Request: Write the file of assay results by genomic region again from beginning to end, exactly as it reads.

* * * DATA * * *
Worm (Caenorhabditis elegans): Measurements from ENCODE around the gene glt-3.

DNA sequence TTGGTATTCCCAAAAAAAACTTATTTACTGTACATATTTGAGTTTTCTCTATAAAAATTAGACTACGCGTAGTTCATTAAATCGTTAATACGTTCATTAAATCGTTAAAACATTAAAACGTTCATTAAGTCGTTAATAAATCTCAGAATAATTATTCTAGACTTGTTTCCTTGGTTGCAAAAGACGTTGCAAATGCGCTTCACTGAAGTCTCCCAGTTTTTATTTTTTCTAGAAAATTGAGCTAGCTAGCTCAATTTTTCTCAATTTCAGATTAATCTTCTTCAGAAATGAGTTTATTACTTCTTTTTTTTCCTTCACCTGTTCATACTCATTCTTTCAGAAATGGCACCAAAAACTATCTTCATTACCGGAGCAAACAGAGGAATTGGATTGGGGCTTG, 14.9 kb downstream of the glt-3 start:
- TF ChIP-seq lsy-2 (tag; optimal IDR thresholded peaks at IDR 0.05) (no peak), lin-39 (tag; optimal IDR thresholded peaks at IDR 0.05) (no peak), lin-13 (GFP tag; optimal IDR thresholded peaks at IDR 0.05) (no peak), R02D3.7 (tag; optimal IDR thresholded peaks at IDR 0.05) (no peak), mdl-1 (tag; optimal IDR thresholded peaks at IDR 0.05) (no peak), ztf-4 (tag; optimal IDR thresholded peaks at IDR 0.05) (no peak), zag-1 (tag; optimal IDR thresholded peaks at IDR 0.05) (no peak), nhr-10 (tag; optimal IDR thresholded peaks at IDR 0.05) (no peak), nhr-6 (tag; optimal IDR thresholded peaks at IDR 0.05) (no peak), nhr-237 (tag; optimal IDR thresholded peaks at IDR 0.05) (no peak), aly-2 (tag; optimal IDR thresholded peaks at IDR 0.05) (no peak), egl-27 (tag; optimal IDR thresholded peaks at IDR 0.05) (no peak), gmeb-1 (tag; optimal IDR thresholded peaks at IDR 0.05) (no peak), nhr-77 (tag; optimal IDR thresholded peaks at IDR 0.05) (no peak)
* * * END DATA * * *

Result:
Worm (Caenorhabditis elegans): Measurements from ENCODE around the gene glt-3.

DNA sequence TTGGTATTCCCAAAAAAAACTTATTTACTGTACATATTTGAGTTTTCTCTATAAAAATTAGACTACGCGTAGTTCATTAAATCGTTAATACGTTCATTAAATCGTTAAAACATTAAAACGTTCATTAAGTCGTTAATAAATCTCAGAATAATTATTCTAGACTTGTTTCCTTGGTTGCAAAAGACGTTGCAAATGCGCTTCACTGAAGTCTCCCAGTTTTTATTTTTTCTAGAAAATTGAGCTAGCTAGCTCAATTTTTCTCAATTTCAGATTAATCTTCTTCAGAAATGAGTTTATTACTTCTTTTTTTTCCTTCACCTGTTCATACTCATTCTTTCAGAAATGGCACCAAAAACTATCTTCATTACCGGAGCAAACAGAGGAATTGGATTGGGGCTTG, 14.9 kb downstream of the glt-3 start:
- TF ChIP-seq lsy-2 (tag; optimal IDR thresholded peaks at IDR 0.05) (no peak), lin-39 (tag; optimal IDR thresholded peaks at IDR 0.05) (no peak), lin-13 (GFP tag; optimal IDR thresholded peaks at IDR 0.05) (no peak), R02D3.7 (tag; optimal IDR thresholded peaks at IDR 0.05) (no peak), mdl-1 (tag; optimal IDR thresholded peaks at IDR 0.05) (no peak), ztf-4 (tag; optimal IDR thresholded peaks at IDR 0.05) (no peak), zag-1 (tag; optimal IDR thresholded peaks at IDR 0.05) (no peak), nhr-10 (tag; optimal IDR thresholded peaks at IDR 0.05) (no peak), nhr-6 (tag; optimal IDR thresholded peaks at IDR 0.05) (no peak), nhr-237 (tag; optimal IDR thresholded peaks at IDR 0.05) (no peak), aly-2 (tag; optimal IDR thresholded peaks at IDR 0.05) (no peak), egl-27 (tag; optimal IDR thresholded peaks at IDR 0.05) (no peak), gmeb-1 (tag; optimal IDR thresholded peaks at IDR 0.05) (no peak), nhr-77 (tag; optimal IDR thresholded peaks at IDR 0.05) (no peak)